Please ensure Javascript is enabled for purposes of website accessibility

We only use strictly necessary cookies for this website. Please see the privacy policy for more information.   

PRC-Saltillo Logo
PRC Logo
Saltillo Logo
Realize Language Logo
ExploreAAC Logo
AAC Language Lab Logo
AAC And Autism Logo
ALP for AAC Logo
Touch Chat App Logo
LAMP Words for Life Logo
Dialogue AAC App
AAC Funding
AAC Learning Journey
AAC Group Coaching
PRC-Saltillo Store
Minspeak Academy Create New Account

Autism Representation In Star Trek

Posted Jul 27, 2023 - 12:16pm

By: Cat Vrana, PRC-Saltillo Blogger

“Star Trek was an attempt to say that humanity will reach maturity and wisdom on the day that it begins not just to tolerate, but take a special delight in differences in ideas and differences in life forms. If we cannot learn to actually enjoy those small differences, to take a positive delight in those small differences between our own kind, here on this planet, then we do not deserve to go out into space and meet the diversity that is almost certainly out there.”

-Gene Roddenberry, creator of Star Trek

Hello! I start basically every written interaction I have with “hello.” You may not think that’s so strange- it’s a common greeting. However, in my case:

- I mean literally every written interaction.

- Saying “hello”, while polite, is meaningless to me.

I’m autistic. Whoop, there it is.

So, what even is autism?

Having autism means that my brain is “wired” differently from people who don’t have autism. People on the autism spectrum have repetitive behavior and differences in social understanding and communication. Autism is a spectrum disorder, so everyone with ASD shows those characteristics in a variety of ways with differing levels of severity.

Always saying “hello” is one way autism affects me. I understand through observation that saying “hello” is a greeting. It’s also meaningless to me because there’s no exchange of information, and that’s what my brain considers to be the function of socialization. I never change what I say to start a written conversation because of my repetitive behavior- I find comfort in doing the same thing the same way every time. (Sorry to all the people I email regularly, lol).

Autism can sometimes feel like you've been flung half-way across the galaxy into the unknown. Far from home, you’re unfamiliar with the customs of the alien inhabitants. Nothing makes sense and everything is overwhelming.

Autism has been portrayed in the media several times. Sometimes well. Sometimes not. I think it’s hard for people to pin down a good representation of ASD because everyone with ASD is so different. I think representation is done best indirectly.

Star Trek. Yup.

Star Trek has had characters with autistic traits from its inception in the 60’s. From Spok (original series) to Data (The Next Generation) to several characters in Voyager: Seven of Nine, Tuvok, and The Doctor.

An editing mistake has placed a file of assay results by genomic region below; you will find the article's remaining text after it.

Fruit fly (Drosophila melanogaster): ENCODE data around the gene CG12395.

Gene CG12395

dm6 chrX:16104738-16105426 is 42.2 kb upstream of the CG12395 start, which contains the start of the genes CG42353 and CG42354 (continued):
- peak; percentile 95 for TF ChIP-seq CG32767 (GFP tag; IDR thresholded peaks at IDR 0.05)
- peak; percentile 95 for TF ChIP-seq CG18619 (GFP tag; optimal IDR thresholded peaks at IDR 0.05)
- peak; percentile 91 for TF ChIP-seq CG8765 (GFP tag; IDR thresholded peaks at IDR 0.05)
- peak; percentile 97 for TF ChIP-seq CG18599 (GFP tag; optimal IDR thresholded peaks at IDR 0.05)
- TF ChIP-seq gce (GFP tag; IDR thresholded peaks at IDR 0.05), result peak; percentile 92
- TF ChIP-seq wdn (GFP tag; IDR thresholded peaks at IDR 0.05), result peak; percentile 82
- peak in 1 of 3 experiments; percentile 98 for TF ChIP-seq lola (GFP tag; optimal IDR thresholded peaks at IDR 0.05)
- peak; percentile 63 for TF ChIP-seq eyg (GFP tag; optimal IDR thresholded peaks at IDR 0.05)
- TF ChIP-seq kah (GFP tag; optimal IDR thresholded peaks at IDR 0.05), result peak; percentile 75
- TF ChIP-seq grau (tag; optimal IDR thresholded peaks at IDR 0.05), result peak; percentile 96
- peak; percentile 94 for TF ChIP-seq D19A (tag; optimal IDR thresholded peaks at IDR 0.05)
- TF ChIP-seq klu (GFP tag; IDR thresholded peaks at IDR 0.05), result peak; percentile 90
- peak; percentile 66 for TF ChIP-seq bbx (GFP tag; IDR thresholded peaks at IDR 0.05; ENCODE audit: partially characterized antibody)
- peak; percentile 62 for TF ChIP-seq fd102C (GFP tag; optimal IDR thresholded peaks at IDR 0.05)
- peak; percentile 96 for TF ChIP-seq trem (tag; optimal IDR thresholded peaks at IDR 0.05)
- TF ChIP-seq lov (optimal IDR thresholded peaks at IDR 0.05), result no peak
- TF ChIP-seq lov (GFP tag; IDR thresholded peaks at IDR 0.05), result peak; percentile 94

My favorite Star Trek series is Voyager. In Voyager, the crew of the namesake starship are flung across the galaxy into the Delta Quadrant, 70,000 lightyears from earth. Nothing makes sense. Everything is unfamiliar.

The way Star Trek, especially Voyager, handles diversity of thought and personality is so refreshing. B’Lana has anger issues. Nelix is hyperactive. Even though Seven of Nine, Tuvok and The Doctor all share autistic traits, their personalities, strengths, and weaknesses are incredibly unique to their person.

In Star Trek: Voyager, the crew works together. Not despite their differences. Not because of them. Differences of thought aren’t treated as burdens or superpowers. Whether Klingon, Talixian, Borg, Vulcan, or computer software, the essence of their worth is their humanity; their willingness to contribute to a cause greater than themselves. To explore not only the galaxy, but to discover what it means to exist.

But, to illustrate my point with a more self-contained example, I’d like to talk about the episode entitled, The Measure of a Man from The Next Generation. An engineer wants to take Data apart to see how he works, and produce more of him. (Data is an android.) Data doesn’t want to be taken apart. Through several trials, Captain Picard argues on behalf of Data; that he is an autonomous being, not just a machine.

Do you know what makes Data human? His paintings. His love for his cat. (Data’s Day is a great portrayal of his humanity) His ability to choose autonomy, not slavery. These themes are expanded in the Doctor’s arc in Voyager.

Both Data and the Doctor are dehumanized at times, by other characters in their respective shows. Star Trek shows the optimal outcome brought about by mutual respect and acceptance of differences, but also what comes about from lack of it.

These kinds of experiences are familiar to me as someone with significant disabilities, especially because my repetitive behavior and movements can make people underestimate my abilities. Seeing Star Trek as a child ingrained in me deeply that life is inherently interesting, diverse, and to be respected. This message affected how I perceive not only others, but myself too.

There are no comments yet. Be the first to post!

You must be logged in to post.

Communicators In Action   -    autism in entertainment, inclusion in media